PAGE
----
News 14th Feb 2020

In defence of paperwork: why reporting financial interests is really important

Steve Goodrich

Head of Research and Investigations

Steve is Transparency International UK’s Head of Research and Investigations. He is responsible for managing TI-UK’s research unit and is our specialist on lobbying accountability, party funding and open governance. Before joining TI-UK in May 2015, Steve worked as a Senior Policy Adviser at the Electoral Commission. He has over five years’ experience working on political finance regulation, legislation and data.

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Reporting. What does that word conjure up: bureaucracy; administration; red tape? I’m sure it does not elicit bounds of enthusiasm. Therefore, it is completely understandable why those who have to report get it wrong, or forget to file in the first place. Their minds may be focussed on much more important things like ‘real work’. I’m sure many of us have thought this exact same thing: paperwork is an obstacle to real progress.

Yet, it is much more than just simple desk work, detracting from getting the job done. It enables accountability. You report to your boss to prove you have not just been twiddling your thumbs. Companies report to shareholders to show they have been managing their investment wisely. Government reports on public spending to allow scrutiny of how it manages taxpayers’ funds. Without this reporting there is an evidential void, and by extension an inability to hold those involved to account. And without accountability, mischief lurks.

This is why MPs must report their financial affairs. It is not revolutionary to say that mixing money and power raises the risk of impropriety. History is littered with examples, and unfortunately this is not something confined to distant memory. You may recall, not too long ago, there was a slight kerfuffle over Ian Paisley Jr MP who had failed to report a rather expensive family holiday in Sri Lanka. How was this relevant to his role as a parliamentarian, you may ask? Well, it turns out the Government of Sri Lanka picked up the bill – figures are disputed, but it is somewhere in the region of £50,000 – £100,000 (astonishing amounts in that context) – and in return he lobbied the UK Government on their behalf.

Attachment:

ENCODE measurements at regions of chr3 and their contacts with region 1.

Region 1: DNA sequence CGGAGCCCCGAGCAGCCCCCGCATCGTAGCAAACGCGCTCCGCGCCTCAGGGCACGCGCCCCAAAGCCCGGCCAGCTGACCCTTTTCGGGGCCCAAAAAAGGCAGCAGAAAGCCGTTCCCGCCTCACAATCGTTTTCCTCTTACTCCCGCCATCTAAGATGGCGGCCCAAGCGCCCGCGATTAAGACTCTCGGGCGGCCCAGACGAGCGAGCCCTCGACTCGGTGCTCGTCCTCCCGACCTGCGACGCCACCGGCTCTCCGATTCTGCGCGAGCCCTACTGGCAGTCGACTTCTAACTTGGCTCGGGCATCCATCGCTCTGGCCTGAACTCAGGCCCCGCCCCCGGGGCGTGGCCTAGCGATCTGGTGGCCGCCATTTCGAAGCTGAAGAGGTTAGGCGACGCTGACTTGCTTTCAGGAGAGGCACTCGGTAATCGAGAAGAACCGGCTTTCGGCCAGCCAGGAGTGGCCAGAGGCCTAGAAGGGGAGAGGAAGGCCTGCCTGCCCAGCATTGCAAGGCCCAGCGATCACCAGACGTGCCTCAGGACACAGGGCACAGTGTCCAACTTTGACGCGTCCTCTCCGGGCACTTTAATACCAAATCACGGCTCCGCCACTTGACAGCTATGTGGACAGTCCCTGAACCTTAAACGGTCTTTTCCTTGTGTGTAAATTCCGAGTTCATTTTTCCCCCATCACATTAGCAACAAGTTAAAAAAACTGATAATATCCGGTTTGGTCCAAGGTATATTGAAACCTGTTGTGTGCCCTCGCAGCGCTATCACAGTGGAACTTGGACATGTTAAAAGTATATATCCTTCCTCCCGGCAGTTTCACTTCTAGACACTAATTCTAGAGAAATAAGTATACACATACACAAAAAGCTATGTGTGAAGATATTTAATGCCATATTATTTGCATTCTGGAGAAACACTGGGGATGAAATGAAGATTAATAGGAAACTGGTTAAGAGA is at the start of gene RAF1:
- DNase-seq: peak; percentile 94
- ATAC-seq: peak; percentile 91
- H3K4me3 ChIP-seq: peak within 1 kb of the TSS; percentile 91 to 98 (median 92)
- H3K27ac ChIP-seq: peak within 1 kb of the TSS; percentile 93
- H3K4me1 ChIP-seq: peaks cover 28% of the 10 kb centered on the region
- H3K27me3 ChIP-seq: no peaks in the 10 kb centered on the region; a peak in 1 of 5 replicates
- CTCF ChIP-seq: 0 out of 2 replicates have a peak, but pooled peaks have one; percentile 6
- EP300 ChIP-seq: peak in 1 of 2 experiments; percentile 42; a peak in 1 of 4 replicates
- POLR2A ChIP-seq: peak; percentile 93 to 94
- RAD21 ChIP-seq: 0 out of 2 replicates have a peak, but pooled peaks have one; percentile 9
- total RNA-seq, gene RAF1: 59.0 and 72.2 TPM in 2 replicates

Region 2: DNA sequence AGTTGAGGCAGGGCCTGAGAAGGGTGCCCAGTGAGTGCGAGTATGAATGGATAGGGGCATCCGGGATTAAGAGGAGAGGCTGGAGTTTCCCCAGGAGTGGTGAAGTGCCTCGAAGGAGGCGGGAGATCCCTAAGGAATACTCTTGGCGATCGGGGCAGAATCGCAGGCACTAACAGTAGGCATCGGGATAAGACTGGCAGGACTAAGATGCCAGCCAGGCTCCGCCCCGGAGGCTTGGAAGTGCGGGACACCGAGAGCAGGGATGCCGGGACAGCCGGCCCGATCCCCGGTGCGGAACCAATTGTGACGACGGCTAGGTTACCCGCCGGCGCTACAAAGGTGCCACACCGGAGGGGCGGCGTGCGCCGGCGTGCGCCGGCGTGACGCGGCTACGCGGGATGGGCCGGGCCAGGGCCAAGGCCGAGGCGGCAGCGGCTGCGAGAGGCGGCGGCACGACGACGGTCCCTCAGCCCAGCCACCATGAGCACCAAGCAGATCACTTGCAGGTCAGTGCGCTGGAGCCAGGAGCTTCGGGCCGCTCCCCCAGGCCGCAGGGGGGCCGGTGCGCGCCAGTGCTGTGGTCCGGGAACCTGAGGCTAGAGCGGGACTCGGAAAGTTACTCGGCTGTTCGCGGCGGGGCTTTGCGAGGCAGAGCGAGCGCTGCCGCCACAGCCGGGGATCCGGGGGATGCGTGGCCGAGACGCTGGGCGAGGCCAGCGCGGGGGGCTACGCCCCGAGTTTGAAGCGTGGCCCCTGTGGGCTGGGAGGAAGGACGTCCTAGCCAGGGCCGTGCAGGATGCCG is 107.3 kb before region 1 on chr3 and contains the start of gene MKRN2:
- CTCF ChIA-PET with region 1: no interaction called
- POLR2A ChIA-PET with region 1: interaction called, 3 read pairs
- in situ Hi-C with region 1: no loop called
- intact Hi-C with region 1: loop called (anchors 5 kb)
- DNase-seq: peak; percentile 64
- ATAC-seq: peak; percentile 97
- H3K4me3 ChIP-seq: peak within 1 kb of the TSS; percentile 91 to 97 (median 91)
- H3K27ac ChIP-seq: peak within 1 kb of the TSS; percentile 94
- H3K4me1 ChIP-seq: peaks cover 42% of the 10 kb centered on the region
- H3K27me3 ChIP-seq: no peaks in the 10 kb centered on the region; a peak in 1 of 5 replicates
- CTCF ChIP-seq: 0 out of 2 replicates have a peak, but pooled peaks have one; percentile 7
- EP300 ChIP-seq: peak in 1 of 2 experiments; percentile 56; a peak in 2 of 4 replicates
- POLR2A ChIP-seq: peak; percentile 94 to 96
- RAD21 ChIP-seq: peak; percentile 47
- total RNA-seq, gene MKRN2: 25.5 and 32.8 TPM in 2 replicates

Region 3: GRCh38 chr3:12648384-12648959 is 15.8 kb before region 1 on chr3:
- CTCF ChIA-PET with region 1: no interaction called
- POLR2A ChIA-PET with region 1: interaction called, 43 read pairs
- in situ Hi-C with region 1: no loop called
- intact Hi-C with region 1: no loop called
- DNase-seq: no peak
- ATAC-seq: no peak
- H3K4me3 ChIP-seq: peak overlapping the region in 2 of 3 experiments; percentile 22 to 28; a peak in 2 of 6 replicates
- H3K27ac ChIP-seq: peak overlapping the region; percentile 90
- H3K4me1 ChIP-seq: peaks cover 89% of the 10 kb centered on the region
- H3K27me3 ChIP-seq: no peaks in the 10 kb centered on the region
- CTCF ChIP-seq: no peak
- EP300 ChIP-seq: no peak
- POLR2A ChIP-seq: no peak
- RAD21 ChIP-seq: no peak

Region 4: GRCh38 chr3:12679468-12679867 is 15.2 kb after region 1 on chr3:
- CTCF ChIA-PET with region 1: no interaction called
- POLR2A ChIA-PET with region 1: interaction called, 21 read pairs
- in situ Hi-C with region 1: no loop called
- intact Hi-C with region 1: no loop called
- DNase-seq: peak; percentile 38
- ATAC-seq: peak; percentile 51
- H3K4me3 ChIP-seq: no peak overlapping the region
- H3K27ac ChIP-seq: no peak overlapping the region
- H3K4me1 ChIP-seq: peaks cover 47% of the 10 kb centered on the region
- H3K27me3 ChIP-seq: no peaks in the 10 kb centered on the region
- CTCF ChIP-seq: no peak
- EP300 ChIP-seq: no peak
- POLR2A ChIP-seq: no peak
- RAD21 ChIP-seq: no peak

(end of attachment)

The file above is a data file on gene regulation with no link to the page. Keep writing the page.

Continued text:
Initially, the holiday was not reported. Subsequently, investigative journalists uncovered the facts and he was reported to the Commons’ authorities. Then, the investigation found he had breached Parliament’s rules – for failing to report and lobbying in return for payment – and suspended for long enough to trigger a petition on whether or not he should face a by-election. In the end Ian Paisley Jr got off the hook. Thanks to, let us say, the local political dynamics he survived the petition and was re-elected again at the subsequent general election in December last year. However, since then he has faced similar charges regarding another holiday in the Maldives.

So these are not trivial matters. Reporting is a means of holding those in power to account. Therefore, failing to report or misreporting is an evasion of accountability. This is why our Prime Minister needs to get things straight about who paid for his holiday last December. Now, to his credit he did report he went on holiday, paid for by someone else, which is better than his past performance. However, this has thrown up more questions than answers.

The Daily Mail alleges the reported sponsor, Mr David Ross, of this break did not pay for it – he merely suggested the location. This begs the obvious question: who did? We can assume that because he did report something he did not pay for the holiday himself; MPs do not have to report what they spend their own funds on. Ross claims he merely facilitated the accommodation, so possibly the resort provided the benefit in-kind, though this is not yet confirmed. It would be prudent of the Prime Minister to clarify the facts as soon as possible. However, for the time-being it is disputed and therefore, despite what a Downing Street spokesperson claims, it is unclear whether he has followed the Commons’ reporting requirements.

This is not the first time the Prime Minister stands accused of reporting misdemeanours. During the last Parliament, the Standards Committee – charged with recommending sanctions for MPs who fail to comply with the House’s rules – issued a final warning: ‘Should we conclude in future that Mr Johnson has committed any further breaches of the rules on registration, we will regard this as a matter which may call for more serious sanction.’ If he fails to provide convincing answers to this mystery, what will be the consequence?